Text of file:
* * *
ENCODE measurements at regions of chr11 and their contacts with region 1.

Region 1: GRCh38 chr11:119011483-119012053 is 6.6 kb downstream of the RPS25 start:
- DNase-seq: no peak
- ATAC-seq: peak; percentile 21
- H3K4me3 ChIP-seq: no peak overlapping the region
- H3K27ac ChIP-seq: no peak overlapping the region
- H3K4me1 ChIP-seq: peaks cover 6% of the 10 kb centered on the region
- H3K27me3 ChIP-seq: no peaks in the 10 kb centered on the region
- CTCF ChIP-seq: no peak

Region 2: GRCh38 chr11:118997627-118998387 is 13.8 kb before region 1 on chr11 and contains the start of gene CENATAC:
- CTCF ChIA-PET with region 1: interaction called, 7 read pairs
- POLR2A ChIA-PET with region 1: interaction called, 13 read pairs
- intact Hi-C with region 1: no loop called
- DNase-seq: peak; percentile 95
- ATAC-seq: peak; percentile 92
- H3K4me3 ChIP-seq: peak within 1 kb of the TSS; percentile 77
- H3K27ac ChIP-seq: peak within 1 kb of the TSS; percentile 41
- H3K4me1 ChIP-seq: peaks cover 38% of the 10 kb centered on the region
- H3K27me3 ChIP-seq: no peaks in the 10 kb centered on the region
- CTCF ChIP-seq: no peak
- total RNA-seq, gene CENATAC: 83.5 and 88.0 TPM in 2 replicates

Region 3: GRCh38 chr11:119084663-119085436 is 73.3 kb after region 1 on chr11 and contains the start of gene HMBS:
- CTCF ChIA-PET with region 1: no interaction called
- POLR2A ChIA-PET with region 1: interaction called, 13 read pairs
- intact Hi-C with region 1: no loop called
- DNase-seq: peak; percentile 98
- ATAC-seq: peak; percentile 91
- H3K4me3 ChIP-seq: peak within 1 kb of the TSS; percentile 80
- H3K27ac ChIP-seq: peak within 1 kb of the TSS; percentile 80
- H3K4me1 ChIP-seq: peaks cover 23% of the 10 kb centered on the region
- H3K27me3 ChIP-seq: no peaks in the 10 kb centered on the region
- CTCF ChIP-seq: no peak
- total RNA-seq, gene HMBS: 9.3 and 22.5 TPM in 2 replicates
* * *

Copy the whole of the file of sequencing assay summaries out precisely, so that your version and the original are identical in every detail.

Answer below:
ENCODE measurements at regions of chr11 and their contacts with region 1.

Region 1: GRCh38 chr11:119011483-119012053 is 6.6 kb downstream of the RPS25 start:
- DNase-seq: no peak
- ATAC-seq: peak; percentile 21
- H3K4me3 ChIP-seq: no peak overlapping the region
- H3K27ac ChIP-seq: no peak overlapping the region
- H3K4me1 ChIP-seq: peaks cover 6% of the 10 kb centered on the region
- H3K27me3 ChIP-seq: no peaks in the 10 kb centered on the region
- CTCF ChIP-seq: no peak

Region 2: GRCh38 chr11:118997627-118998387 is 13.8 kb before region 1 on chr11 and contains the start of gene CENATAC:
- CTCF ChIA-PET with region 1: interaction called, 7 read pairs
- POLR2A ChIA-PET with region 1: interaction called, 13 read pairs
- intact Hi-C with region 1: no loop called
- DNase-seq: peak; percentile 95
- ATAC-seq: peak; percentile 92
- H3K4me3 ChIP-seq: peak within 1 kb of the TSS; percentile 77
- H3K27ac ChIP-seq: peak within 1 kb of the TSS; percentile 41
- H3K4me1 ChIP-seq: peaks cover 38% of the 10 kb centered on the region
- H3K27me3 ChIP-seq: no peaks in the 10 kb centered on the region
- CTCF ChIP-seq: no peak
- total RNA-seq, gene CENATAC: 83.5 and 88.0 TPM in 2 replicates

Region 3: GRCh38 chr11:119084663-119085436 is 73.3 kb after region 1 on chr11 and contains the start of gene HMBS:
- CTCF ChIA-PET with region 1: no interaction called
- POLR2A ChIA-PET with region 1: interaction called, 13 read pairs
- intact Hi-C with region 1: no loop called
- DNase-seq: peak; percentile 98
- ATAC-seq: peak; percentile 91
- H3K4me3 ChIP-seq: peak within 1 kb of the TSS; percentile 80
- H3K27ac ChIP-seq: peak within 1 kb of the TSS; percentile 80
- H3K4me1 ChIP-seq: peaks cover 23% of the 10 kb centered on the region
- H3K27me3 ChIP-seq: no peaks in the 10 kb centered on the region
- CTCF ChIP-seq: no peak
- total RNA-seq, gene HMBS: 9.3 and 22.5 TPM in 2 replicates